The laryngeal sac is a structure found in baleen whales, but also in many other mammals, including primates (but not humans!). Lying between the mouth and the trachea, it is a cavity associated with the larynx and can serve as an air reservoir. The laryngeal sac is surrounded by muscles and its volume can change based on the contraction or relaxation of these muscles. There are two hypotheses regarding the function of this structure, which is still the subject of debate amongst scientists.

Soundbox

In baleen whales, the laryngeal sac might help to produce and amplify sounds. Changes in the sac’s volume make it possible to alter the nature of the sounds produced. This hypothesis is supported by a similar structure found in frogs that allows them to produce their characteristic songs. Monkeys are also thought to use their laryngeal sac to howl without hyperventilating. This animation by Stephanie Sardelis and Boniato Studio on whale songs present the hypothetical mechanism of the laryngeal sac in sound production in humpback whales.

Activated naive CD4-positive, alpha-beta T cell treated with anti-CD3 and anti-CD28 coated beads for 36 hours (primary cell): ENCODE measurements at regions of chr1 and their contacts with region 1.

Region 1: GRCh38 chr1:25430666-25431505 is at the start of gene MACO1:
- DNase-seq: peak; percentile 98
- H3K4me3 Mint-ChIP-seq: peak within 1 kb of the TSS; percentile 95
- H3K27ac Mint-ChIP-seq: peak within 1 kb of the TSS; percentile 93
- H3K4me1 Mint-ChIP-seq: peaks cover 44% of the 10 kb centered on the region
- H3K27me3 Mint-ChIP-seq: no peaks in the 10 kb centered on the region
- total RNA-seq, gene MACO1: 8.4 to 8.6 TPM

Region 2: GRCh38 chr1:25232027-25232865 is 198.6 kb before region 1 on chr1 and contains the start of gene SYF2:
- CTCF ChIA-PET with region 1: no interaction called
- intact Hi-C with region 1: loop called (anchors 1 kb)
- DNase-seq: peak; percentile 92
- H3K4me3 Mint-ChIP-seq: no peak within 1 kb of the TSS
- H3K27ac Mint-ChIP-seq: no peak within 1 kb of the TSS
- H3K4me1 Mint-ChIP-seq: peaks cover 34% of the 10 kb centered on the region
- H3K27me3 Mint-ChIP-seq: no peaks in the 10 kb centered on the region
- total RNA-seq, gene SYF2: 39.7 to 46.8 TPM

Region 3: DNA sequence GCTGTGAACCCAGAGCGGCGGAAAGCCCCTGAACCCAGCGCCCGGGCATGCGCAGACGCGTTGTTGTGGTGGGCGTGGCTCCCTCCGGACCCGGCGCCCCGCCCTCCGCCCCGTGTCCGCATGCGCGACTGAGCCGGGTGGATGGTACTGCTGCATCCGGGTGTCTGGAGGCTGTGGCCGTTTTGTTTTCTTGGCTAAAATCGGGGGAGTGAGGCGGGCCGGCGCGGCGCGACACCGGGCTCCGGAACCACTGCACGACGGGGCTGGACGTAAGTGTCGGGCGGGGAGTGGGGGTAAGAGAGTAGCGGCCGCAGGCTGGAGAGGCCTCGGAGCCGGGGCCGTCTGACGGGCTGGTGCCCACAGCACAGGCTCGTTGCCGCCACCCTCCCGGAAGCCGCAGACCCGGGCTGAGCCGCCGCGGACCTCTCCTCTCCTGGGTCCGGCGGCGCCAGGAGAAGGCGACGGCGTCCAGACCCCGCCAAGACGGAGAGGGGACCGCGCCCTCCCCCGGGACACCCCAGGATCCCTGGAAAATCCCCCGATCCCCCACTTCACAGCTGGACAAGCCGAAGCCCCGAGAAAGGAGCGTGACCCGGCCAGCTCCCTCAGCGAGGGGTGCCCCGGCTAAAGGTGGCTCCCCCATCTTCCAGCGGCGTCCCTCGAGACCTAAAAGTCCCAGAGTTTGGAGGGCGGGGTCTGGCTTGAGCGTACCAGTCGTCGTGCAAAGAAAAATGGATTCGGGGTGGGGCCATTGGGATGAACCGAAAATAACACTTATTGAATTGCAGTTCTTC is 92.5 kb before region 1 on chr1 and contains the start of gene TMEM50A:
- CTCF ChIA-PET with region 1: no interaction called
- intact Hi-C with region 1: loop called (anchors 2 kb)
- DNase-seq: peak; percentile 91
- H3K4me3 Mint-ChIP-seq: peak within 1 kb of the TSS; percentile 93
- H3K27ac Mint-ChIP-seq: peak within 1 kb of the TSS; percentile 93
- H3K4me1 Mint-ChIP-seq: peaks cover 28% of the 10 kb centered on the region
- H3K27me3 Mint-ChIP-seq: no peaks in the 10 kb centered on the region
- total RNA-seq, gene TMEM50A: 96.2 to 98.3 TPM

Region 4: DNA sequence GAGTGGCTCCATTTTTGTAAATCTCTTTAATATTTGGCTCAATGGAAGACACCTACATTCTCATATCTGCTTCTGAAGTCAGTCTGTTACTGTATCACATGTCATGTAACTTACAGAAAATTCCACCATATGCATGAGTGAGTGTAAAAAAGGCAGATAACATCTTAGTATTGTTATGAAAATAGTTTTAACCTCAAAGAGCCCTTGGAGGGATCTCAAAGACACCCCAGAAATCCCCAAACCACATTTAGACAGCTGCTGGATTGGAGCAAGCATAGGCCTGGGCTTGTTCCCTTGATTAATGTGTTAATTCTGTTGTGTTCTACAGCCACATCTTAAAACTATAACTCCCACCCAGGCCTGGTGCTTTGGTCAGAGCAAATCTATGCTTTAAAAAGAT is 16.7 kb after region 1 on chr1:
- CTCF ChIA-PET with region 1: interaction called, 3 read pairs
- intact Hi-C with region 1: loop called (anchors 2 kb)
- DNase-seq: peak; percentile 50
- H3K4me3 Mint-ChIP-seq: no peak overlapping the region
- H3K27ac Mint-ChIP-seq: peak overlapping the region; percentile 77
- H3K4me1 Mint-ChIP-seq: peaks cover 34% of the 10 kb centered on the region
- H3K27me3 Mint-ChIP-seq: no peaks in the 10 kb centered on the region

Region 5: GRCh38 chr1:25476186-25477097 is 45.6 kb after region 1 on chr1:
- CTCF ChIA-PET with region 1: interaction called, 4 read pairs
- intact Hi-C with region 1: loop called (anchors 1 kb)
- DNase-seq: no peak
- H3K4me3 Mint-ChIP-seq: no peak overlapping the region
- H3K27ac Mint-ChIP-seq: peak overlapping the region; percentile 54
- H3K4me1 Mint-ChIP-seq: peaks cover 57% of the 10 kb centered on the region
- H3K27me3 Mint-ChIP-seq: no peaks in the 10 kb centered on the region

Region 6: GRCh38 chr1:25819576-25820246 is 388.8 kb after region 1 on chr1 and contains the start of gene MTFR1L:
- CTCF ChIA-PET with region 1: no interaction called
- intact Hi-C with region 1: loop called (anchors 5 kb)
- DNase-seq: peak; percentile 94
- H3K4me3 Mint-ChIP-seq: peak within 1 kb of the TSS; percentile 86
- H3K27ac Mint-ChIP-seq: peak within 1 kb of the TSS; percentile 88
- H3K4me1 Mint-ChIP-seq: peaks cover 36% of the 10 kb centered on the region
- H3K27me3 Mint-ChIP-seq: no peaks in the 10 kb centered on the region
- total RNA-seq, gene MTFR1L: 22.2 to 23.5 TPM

Dive control

Baleen whales might also use their laryngeal sac to control their buoyancy during dives. To do so, the whale can close off the passage between the laryngeal sac and the lungs, trapping a certain amount of air in the laryngeal sac. The animal can then reduce the volume of the laryngeal sac, which compresses the air and increases the pressure. The front part of the whale’s body becomes “denser” than the rear, allowing it to dive. To resurface, the animal could do the opposite by increasing the volume of the sac. This physiological adaptation is similar to the swim bladder in fish, a diverticulum associated with the esophagus that allows them to adjust their buoyancy.

Whale Q&A - 14/5/2019

Jeanne Picher-Labrie

Jeanne Picher-Labrie joined the Whales Online team in 2019 as a writing intern. She is studying for her Bachelor’s in biology and has always been enthralled by nature. Every day she learns a little more about the marine mammals of the St. Lawrence and aims to share her fascination through popular science.

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